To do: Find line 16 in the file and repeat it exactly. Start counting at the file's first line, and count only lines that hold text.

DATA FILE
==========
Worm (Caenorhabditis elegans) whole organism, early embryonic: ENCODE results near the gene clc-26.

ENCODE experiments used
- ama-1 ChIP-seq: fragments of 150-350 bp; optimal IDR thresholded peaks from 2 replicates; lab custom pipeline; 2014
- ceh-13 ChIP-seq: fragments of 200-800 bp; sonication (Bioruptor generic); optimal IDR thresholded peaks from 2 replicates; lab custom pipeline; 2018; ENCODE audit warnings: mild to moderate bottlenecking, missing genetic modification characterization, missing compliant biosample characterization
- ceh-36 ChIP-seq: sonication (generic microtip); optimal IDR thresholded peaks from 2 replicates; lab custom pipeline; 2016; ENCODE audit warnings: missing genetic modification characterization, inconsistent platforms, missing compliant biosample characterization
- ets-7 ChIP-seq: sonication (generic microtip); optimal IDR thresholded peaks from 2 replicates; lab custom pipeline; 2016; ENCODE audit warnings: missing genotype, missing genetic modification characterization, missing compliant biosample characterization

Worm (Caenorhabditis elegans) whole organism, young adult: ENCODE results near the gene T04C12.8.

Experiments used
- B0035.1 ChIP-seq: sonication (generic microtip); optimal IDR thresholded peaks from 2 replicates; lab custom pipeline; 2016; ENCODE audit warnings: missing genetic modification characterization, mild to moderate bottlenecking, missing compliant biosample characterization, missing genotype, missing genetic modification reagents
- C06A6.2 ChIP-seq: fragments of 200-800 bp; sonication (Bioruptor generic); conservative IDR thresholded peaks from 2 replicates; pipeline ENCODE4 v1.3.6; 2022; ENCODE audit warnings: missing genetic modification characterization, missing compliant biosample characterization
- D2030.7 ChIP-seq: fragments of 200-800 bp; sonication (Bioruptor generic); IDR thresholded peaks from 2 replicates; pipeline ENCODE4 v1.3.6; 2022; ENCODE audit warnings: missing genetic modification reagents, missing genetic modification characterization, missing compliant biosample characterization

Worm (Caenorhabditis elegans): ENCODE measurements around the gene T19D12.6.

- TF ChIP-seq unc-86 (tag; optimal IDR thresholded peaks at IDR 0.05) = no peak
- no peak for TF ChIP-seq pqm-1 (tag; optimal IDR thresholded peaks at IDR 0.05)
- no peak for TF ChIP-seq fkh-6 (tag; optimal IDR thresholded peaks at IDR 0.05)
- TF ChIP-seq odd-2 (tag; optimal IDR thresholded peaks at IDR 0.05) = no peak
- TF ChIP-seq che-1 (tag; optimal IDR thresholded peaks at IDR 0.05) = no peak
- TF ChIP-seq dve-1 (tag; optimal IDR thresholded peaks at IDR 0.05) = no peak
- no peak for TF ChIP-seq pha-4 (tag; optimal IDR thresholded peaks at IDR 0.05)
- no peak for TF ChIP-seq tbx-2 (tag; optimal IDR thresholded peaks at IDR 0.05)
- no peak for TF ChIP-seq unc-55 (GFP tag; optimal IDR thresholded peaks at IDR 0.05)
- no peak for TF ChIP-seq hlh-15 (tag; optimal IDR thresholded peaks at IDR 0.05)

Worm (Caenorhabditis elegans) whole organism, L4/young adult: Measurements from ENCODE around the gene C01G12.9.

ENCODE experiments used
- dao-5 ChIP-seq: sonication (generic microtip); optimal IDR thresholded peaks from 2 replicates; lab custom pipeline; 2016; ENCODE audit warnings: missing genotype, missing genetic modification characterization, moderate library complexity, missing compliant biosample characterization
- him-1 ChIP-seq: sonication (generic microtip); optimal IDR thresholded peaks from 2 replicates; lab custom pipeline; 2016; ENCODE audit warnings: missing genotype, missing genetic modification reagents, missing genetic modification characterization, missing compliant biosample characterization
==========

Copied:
- TF ChIP-seq odd-2 (tag; optimal IDR thresholded peaks at IDR 0.05) = no peak